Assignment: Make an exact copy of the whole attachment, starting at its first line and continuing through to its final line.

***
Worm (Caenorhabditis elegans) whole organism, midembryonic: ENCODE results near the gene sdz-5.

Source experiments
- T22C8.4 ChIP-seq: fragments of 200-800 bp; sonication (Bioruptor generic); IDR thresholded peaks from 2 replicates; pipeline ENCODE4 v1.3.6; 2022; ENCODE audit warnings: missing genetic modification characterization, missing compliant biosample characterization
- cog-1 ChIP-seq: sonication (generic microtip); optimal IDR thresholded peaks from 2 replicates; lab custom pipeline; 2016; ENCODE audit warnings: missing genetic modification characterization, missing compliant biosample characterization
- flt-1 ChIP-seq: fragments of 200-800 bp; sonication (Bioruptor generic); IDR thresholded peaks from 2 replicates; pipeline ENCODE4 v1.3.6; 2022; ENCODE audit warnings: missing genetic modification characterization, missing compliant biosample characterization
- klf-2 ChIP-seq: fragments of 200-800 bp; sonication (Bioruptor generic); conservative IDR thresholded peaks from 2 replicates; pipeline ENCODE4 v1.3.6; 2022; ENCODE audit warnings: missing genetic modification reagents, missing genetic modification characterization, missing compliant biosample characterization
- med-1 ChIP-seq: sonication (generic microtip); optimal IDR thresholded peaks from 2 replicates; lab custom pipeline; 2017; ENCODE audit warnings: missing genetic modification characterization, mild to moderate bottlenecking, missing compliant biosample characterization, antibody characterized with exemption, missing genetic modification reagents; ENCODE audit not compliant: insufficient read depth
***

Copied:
Worm (Caenorhabditis elegans) whole organism, midembryonic: ENCODE results near the gene sdz-5.

Source experiments
- T22C8.4 ChIP-seq: fragments of 200-800 bp; sonication (Bioruptor generic); IDR thresholded peaks from 2 replicates; pipeline ENCODE4 v1.3.6; 2022; ENCODE audit warnings: missing genetic modification characterization, missing compliant biosample characterization
- cog-1 ChIP-seq: sonication (generic microtip); optimal IDR thresholded peaks from 2 replicates; lab custom pipeline; 2016; ENCODE audit warnings: missing genetic modification characterization, missing compliant biosample characterization
- flt-1 ChIP-seq: fragments of 200-800 bp; sonication (Bioruptor generic); IDR thresholded peaks from 2 replicates; pipeline ENCODE4 v1.3.6; 2022; ENCODE audit warnings: missing genetic modification characterization, missing compliant biosample characterization
- klf-2 ChIP-seq: fragments of 200-800 bp; sonication (Bioruptor generic); conservative IDR thresholded peaks from 2 replicates; pipeline ENCODE4 v1.3.6; 2022; ENCODE audit warnings: missing genetic modification reagents, missing genetic modification characterization, missing compliant biosample characterization
- med-1 ChIP-seq: sonication (generic microtip); optimal IDR thresholded peaks from 2 replicates; lab custom pipeline; 2017; ENCODE audit warnings: missing genetic modification characterization, mild to moderate bottlenecking, missing compliant biosample characterization, antibody characterized with exemption, missing genetic modification reagents; ENCODE audit not compliant: insufficient read depth